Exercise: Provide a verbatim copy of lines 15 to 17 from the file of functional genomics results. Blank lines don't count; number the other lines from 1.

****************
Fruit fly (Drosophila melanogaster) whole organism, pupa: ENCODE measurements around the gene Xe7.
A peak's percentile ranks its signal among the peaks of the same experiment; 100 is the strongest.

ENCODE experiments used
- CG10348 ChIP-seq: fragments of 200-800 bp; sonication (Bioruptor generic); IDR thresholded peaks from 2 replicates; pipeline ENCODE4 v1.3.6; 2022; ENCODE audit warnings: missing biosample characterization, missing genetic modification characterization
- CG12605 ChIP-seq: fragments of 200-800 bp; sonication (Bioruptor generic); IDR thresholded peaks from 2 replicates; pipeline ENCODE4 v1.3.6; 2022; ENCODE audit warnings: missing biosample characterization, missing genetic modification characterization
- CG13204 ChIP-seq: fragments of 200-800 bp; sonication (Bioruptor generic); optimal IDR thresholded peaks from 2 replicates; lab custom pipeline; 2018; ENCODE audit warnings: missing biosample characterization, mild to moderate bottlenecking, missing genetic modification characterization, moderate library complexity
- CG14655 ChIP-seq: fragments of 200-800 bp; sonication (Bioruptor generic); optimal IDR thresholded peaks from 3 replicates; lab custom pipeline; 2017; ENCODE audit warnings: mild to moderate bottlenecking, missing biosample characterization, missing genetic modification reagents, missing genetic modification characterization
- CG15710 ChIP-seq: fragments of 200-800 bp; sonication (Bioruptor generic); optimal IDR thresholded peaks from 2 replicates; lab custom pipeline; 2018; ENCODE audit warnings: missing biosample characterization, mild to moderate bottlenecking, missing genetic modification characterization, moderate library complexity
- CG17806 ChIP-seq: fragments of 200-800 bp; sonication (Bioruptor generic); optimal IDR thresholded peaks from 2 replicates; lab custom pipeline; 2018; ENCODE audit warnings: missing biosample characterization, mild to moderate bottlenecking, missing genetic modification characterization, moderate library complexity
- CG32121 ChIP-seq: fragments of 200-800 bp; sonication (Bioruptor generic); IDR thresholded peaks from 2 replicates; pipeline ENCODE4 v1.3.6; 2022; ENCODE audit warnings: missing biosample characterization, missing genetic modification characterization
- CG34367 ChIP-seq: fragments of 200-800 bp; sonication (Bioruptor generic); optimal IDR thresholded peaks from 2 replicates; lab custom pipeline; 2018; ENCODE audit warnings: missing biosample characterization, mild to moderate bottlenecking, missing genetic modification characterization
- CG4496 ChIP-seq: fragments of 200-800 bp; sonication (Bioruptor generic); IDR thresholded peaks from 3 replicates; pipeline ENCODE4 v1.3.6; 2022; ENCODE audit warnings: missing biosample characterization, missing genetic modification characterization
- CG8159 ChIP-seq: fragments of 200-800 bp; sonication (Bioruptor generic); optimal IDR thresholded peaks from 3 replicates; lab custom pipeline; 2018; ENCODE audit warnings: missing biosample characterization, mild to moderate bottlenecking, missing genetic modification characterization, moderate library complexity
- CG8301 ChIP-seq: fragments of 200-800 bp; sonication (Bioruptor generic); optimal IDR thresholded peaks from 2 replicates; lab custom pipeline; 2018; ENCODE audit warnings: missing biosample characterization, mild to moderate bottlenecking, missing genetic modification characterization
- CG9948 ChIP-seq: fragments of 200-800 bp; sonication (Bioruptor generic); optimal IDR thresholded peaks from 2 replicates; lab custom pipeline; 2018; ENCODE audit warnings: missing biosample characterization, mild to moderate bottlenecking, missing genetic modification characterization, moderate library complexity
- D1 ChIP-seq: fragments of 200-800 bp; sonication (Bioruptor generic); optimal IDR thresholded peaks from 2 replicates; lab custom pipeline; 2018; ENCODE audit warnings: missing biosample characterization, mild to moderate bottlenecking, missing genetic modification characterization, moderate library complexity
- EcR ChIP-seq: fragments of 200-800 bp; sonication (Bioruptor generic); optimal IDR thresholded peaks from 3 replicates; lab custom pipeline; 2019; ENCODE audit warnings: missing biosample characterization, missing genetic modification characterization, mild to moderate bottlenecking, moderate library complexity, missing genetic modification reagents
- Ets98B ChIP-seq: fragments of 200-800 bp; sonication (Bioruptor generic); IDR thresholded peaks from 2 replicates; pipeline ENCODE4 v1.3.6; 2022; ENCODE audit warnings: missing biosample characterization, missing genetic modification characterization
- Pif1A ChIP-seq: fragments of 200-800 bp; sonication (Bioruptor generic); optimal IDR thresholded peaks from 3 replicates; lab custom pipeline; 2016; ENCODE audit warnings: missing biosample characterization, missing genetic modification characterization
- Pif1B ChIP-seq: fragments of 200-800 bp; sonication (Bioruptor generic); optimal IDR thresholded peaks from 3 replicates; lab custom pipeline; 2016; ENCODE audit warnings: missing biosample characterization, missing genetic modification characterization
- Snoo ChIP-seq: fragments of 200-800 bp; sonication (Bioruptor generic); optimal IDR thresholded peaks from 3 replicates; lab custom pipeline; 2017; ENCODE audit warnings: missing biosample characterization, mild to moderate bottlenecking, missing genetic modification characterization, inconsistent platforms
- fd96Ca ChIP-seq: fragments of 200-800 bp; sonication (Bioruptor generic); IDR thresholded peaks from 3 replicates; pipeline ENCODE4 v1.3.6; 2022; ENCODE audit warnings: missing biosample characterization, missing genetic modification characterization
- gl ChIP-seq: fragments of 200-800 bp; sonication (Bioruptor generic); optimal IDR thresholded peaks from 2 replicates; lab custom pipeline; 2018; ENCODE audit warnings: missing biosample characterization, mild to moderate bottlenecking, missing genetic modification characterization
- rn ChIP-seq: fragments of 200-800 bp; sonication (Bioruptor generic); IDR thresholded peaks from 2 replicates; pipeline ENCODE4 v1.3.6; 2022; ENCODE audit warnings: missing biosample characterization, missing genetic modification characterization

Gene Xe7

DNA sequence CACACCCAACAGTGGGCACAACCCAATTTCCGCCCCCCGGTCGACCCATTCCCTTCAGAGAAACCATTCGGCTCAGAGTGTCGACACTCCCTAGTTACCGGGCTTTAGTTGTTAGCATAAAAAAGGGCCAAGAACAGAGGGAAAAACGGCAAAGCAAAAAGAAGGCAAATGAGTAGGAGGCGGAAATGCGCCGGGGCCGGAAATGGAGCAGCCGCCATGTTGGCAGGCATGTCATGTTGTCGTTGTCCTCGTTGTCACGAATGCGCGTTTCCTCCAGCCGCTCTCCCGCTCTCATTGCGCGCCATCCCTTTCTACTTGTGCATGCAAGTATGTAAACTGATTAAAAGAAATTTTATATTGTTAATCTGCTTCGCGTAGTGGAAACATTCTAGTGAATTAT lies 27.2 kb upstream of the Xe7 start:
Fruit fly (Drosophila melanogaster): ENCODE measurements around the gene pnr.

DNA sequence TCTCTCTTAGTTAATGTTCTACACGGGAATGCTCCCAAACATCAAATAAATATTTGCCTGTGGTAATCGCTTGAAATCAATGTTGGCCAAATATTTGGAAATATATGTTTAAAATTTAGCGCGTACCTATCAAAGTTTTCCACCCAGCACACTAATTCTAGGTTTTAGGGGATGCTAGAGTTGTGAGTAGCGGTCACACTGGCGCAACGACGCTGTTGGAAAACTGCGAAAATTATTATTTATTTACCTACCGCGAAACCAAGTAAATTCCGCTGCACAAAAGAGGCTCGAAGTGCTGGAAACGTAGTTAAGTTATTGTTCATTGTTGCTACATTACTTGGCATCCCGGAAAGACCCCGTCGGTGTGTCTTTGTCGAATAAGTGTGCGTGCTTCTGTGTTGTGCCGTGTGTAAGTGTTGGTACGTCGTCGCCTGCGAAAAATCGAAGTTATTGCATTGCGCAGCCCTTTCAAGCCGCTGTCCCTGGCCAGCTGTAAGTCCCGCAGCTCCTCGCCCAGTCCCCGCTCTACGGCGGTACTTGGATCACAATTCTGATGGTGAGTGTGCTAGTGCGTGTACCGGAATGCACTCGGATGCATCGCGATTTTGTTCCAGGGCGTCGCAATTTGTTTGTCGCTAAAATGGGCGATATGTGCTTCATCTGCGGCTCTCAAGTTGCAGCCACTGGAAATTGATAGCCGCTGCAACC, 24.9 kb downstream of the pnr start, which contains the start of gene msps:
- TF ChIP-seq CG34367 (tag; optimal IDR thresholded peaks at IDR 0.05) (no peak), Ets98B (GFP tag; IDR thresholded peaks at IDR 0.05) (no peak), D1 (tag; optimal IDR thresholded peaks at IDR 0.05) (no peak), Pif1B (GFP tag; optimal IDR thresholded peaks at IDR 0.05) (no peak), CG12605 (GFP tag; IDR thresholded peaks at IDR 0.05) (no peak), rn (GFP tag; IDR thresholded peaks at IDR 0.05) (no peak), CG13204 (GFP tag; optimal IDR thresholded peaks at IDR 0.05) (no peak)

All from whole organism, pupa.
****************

- CG9948 ChIP-seq: fragments of 200-800 bp; sonication (Bioruptor generic); optimal IDR thresholded peaks from 2 replicates; lab custom pipeline; 2018; ENCODE audit warnings: missing biosample characterization, mild to moderate bottlenecking, missing genetic modification characterization, moderate library complexity
- D1 ChIP-seq: fragments of 200-800 bp; sonication (Bioruptor generic); optimal IDR thresholded peaks from 2 replicates; lab custom pipeline; 2018; ENCODE audit warnings: missing biosample characterization, mild to moderate bottlenecking, missing genetic modification characterization, moderate library complexity
- EcR ChIP-seq: fragments of 200-800 bp; sonication (Bioruptor generic); optimal IDR thresholded peaks from 3 replicates; lab custom pipeline; 2019; ENCODE audit warnings: missing biosample characterization, missing genetic modification characterization, mild to moderate bottlenecking, moderate library complexity, missing genetic modification reagents